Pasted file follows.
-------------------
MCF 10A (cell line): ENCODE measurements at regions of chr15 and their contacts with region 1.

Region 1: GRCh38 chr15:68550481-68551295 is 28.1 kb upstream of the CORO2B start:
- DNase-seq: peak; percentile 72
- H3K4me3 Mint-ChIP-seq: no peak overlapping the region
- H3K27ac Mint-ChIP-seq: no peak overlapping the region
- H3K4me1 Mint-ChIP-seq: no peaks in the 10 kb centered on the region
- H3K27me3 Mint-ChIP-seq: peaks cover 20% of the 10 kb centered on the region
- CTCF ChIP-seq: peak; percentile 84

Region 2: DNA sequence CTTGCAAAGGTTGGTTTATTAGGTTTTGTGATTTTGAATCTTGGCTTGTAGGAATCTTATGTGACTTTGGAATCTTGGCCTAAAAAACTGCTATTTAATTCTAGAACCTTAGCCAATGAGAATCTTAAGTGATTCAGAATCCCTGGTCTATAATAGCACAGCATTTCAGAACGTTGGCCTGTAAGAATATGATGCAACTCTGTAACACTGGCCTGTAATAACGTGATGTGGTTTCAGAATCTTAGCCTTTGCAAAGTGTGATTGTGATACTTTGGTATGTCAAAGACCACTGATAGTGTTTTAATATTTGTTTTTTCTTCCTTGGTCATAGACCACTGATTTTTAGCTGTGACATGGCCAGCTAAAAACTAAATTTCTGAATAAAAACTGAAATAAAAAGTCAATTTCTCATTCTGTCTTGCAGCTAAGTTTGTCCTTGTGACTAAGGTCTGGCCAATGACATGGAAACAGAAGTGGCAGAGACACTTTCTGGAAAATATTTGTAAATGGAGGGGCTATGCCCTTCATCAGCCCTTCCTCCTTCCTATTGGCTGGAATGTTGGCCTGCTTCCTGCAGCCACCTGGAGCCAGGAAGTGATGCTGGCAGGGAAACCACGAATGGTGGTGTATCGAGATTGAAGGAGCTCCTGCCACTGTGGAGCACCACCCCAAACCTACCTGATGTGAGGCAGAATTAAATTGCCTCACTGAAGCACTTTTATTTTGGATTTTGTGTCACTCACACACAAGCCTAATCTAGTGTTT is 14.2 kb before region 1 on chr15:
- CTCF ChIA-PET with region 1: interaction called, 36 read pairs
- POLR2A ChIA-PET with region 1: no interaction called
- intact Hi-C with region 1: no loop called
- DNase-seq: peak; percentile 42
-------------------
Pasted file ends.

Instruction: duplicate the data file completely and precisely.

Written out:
MCF 10A (cell line): ENCODE measurements at regions of chr15 and their contacts with region 1.

Region 1: GRCh38 chr15:68550481-68551295 is 28.1 kb upstream of the CORO2B start:
- DNase-seq: peak; percentile 72
- H3K4me3 Mint-ChIP-seq: no peak overlapping the region
- H3K27ac Mint-ChIP-seq: no peak overlapping the region
- H3K4me1 Mint-ChIP-seq: no peaks in the 10 kb centered on the region
- H3K27me3 Mint-ChIP-seq: peaks cover 20% of the 10 kb centered on the region
- CTCF ChIP-seq: peak; percentile 84

Region 2: DNA sequence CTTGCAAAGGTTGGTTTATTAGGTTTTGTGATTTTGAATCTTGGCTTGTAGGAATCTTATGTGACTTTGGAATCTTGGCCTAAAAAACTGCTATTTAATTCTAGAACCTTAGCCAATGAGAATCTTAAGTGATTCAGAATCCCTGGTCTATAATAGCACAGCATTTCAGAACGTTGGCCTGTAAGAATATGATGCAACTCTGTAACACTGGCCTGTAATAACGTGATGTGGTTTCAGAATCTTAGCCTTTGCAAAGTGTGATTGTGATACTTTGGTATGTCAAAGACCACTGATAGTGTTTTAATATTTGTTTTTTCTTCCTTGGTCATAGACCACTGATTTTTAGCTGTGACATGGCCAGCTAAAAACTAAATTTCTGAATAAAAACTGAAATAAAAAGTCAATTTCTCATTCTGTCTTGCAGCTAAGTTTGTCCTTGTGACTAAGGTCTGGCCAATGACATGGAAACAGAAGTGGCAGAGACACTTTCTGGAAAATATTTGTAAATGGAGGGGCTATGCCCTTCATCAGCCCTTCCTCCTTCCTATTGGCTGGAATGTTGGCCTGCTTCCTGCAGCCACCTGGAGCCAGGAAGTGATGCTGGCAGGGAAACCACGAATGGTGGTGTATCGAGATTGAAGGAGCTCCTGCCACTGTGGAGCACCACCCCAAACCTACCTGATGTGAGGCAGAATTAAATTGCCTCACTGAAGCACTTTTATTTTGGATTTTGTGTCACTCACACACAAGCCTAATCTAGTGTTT is 14.2 kb before region 1 on chr15:
- CTCF ChIA-PET with region 1: interaction called, 36 read pairs
- POLR2A ChIA-PET with region 1: no interaction called
- intact Hi-C with region 1: no loop called
- DNase-seq: peak; percentile 42